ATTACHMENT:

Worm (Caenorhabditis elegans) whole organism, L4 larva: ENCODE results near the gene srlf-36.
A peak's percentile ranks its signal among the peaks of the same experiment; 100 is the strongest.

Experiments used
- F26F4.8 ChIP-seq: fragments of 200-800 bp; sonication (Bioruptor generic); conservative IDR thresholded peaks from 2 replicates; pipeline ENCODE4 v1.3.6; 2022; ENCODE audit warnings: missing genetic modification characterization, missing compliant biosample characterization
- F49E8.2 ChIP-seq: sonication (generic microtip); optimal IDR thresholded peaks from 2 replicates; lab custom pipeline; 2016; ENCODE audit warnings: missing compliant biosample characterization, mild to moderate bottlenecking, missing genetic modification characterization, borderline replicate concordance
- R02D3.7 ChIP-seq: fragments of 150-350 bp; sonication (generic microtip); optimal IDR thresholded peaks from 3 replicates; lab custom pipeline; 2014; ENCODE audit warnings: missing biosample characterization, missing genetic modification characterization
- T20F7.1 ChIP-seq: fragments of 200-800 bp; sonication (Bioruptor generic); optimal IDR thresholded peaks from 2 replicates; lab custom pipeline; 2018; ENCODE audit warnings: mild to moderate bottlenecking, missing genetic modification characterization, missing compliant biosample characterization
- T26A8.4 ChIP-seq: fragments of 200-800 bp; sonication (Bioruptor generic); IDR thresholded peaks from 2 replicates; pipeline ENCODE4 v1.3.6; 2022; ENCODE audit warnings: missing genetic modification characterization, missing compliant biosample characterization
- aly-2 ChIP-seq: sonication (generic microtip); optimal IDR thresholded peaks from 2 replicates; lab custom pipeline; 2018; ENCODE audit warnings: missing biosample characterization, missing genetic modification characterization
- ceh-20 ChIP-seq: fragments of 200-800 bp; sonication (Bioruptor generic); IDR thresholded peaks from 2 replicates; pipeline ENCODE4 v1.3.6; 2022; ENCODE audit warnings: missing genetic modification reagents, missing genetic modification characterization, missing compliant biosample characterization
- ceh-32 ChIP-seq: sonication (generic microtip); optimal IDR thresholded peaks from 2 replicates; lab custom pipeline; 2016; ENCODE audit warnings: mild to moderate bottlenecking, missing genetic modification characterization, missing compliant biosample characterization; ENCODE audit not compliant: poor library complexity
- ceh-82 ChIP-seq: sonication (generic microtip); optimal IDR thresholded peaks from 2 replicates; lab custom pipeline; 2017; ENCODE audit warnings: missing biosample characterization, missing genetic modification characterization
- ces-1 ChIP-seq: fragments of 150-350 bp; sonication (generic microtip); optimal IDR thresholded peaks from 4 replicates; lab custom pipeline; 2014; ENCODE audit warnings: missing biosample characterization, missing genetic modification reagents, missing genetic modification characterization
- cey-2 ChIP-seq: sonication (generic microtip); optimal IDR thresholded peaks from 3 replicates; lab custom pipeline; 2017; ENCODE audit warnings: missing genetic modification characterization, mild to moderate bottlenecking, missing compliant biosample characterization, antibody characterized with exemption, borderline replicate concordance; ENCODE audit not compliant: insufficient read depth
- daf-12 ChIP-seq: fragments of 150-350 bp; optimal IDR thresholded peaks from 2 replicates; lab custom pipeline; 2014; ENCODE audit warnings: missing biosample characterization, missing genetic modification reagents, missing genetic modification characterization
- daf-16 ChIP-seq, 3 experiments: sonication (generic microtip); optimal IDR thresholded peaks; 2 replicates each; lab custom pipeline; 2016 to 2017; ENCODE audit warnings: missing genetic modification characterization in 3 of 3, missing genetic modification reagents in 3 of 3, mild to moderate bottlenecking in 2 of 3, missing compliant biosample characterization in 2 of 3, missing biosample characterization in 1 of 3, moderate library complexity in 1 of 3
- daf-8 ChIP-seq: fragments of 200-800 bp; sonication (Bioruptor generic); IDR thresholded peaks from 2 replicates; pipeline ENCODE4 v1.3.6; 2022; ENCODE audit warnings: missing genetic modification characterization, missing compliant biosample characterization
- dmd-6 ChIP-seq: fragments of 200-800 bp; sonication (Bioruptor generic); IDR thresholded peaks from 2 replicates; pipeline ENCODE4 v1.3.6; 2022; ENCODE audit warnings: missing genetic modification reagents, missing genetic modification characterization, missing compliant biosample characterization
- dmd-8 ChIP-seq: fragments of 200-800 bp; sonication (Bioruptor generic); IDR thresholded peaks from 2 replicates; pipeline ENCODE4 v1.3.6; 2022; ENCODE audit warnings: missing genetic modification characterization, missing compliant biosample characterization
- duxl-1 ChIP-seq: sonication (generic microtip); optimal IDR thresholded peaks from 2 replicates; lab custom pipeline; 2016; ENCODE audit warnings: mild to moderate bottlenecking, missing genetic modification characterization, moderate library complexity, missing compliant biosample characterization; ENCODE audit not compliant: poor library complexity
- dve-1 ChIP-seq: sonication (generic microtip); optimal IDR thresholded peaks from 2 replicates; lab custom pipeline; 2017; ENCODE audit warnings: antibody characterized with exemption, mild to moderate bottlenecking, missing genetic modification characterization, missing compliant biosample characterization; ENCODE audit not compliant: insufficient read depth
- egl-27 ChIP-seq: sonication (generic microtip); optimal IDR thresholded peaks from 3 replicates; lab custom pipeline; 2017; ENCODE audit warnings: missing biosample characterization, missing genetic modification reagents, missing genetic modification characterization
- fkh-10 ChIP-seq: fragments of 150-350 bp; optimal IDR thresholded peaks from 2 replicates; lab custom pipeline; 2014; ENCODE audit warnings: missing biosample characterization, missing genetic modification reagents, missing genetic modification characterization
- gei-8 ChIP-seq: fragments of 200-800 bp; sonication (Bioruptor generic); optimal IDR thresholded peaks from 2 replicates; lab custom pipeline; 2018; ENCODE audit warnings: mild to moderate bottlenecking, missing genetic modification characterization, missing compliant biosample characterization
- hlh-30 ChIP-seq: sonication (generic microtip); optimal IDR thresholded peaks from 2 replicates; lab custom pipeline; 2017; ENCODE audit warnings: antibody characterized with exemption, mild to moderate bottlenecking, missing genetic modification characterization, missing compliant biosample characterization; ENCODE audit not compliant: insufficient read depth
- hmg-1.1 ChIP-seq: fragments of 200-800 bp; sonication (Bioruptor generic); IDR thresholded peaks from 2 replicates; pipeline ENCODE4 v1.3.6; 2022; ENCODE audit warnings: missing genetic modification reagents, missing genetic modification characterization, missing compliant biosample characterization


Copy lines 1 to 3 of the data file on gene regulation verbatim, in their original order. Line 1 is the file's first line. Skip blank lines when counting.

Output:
Worm (Caenorhabditis elegans) whole organism, L4 larva: ENCODE results near the gene srlf-36.
A peak's percentile ranks its signal among the peaks of the same experiment; 100 is the strongest.

Experiments used